C: I was into craft beer when I was in college, just as much as every other college kid is into beer, and I decided to start bartending here at Cabarrus —it’s about 10 minutes from where I went to University. I had a pretty solid relationship with our owner and asked him if he had any extra work for me when I graduated. The one big caveat was that my degree is in mathematics… there’s not a lot for a mathematician to do in a brewery. Our owner’s father is a retired CPA and he’d been helping out at the brewery running the books and doing the backside accounting. I mentored under him, and started learning the ways. Well, his father is still here, three years later. He’s here Saturday morning at 7 a.m., he’s here Sunday, he’s here every single day. He knows he needs to go home but the guy refuses to retire. He taught me a lot about accounting, things I didn’t learn in school. I taught him what I learned from the math side to help with calculations and with tech now that we’re shifting more and more that way. I’ve been doing this now for a little over two years and it’s been interesting to see how there’s so much more behind a brewery than just a beer. There’s a lot in running the business that people don’t really think about.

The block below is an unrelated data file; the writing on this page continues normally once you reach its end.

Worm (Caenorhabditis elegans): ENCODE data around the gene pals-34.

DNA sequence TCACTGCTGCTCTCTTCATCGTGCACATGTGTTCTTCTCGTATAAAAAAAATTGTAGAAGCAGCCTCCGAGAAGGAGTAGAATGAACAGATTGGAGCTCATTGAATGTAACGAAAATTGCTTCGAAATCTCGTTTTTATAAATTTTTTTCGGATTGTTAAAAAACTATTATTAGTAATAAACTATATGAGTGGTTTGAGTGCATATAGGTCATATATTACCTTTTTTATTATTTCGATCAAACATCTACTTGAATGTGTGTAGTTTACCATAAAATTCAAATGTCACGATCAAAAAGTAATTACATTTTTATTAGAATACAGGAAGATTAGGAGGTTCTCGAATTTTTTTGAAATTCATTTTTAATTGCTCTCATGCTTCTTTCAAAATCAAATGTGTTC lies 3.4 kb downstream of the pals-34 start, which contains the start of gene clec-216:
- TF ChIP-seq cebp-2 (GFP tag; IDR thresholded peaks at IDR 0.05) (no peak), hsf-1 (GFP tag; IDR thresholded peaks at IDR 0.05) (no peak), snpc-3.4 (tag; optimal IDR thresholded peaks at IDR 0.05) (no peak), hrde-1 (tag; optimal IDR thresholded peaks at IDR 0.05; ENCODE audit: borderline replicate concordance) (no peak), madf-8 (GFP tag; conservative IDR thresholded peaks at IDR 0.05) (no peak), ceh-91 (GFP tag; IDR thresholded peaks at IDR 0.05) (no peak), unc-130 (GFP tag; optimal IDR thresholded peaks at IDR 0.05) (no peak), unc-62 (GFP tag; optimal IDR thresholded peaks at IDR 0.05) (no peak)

N: I want to go back to that comment for a minute. Is there one thing, just one, about how the operations and behind-the-scenes work in a brewery that a lot of people don’t know coming in?
C: When you’re a customer going to a brewery, you’re going to escape, to have fun and have a few drinks. People don’t realize how much work and elbow grease there is behind the operation. It’s hard work. There’s a lot of planning that goes on, especially when you’re the size brewery we are. We’re not small nor are we a big brewery so inventory management is a tough one. It’s tricky to find the right places to get the best yield out of this product in terms of profit.
N: What are the things you’re doing well that have helped you get to where you are as a successful business?